This clearly puts forward the mindset that women are not capable of speaking for themselves, and are emotional beings who use the law for vindictive purposes, weaponising the “shield”. This is classic distrust of the woman as an infantile hysteric not to be entrusted with looking after herself, or representing herself in the eyes of (a very patriarchal and once-again misogynistic) law.

The very fact that the SC has decided to resurrect the very biases that women’s organisations and legal NGOs fought tooth and nail to cast aside, at least from the rule book, is a blow to the foundations of the decades-long movements for women’s liberation, autonomy, financial and bodily independence, equal rights and non-discrimination, remedy against sexual harassment, abuse and domestic violence and many more struggles.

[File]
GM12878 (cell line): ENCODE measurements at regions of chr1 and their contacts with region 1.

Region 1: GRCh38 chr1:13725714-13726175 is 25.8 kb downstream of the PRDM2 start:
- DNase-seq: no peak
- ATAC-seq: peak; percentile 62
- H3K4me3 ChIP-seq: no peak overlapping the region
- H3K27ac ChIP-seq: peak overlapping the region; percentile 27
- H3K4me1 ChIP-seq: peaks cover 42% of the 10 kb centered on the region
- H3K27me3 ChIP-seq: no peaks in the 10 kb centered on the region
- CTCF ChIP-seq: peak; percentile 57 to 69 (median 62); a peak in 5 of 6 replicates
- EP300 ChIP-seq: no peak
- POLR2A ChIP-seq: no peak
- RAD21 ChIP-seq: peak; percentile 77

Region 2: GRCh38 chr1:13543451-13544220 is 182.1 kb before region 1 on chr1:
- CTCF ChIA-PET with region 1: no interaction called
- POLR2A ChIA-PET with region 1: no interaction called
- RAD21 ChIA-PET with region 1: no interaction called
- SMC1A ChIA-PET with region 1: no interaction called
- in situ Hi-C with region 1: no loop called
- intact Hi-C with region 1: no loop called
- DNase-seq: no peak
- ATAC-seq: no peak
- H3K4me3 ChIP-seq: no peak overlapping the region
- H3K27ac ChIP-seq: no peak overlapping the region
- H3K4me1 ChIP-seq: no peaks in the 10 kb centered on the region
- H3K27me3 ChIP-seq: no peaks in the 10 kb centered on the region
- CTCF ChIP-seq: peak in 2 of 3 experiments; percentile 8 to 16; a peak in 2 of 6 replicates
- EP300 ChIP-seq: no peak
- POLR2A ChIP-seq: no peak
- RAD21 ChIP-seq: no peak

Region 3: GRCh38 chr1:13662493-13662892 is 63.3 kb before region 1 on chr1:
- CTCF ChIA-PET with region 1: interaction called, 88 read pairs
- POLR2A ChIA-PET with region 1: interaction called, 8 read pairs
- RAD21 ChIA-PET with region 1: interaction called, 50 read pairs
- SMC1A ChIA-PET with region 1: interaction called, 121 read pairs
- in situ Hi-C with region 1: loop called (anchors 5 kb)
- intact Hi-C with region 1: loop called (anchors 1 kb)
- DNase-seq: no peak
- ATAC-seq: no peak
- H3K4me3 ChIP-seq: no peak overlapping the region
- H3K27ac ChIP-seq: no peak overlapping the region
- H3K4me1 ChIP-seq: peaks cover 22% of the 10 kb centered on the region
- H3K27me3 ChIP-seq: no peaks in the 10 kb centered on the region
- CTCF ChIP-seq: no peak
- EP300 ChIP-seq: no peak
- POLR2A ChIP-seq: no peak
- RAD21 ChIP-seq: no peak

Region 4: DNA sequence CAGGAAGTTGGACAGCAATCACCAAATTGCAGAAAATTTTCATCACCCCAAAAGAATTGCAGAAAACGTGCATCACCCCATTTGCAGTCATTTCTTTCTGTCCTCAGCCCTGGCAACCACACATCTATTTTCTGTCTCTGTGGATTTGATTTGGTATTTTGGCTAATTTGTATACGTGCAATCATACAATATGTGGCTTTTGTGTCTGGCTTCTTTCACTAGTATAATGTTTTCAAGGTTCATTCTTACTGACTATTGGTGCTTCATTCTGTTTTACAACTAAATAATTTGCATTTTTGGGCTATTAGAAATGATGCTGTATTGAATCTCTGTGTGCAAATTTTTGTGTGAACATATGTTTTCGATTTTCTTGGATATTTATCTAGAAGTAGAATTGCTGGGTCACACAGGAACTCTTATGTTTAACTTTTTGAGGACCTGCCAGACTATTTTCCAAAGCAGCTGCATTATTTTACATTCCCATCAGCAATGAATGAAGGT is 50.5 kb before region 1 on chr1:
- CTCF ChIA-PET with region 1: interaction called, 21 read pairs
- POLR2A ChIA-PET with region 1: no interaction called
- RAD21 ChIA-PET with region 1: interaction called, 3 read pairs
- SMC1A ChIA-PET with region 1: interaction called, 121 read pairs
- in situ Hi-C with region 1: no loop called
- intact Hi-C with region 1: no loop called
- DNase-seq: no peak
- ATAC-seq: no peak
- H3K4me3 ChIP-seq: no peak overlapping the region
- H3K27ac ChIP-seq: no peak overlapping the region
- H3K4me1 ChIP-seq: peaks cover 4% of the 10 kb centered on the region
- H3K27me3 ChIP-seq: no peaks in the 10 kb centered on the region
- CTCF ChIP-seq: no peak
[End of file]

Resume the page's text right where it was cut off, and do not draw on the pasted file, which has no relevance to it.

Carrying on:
Related posts

Supreme Court imposes 100% penalty on illegal mining in Odisha


#OdishaMining: Scandal of enormous

proportions, caused untold misery to the

tribals,Supreme Court

 BY -Murali Krishnan 

Odisha Mining

A mining scandal of “enormous proportions involving megabucks” – these are the opening words of the Supreme Court in its judgment in the Odisha mining case.

A bench of Justices Madan B Lokur and Deepak Gupta today ordered mining companies to pay a 100 percent compensation on the price of any iron ore or manganese ore extracted contrary to Environment Impact Assessment notification, 1994 or Environment Impact Assessment notification, 2006.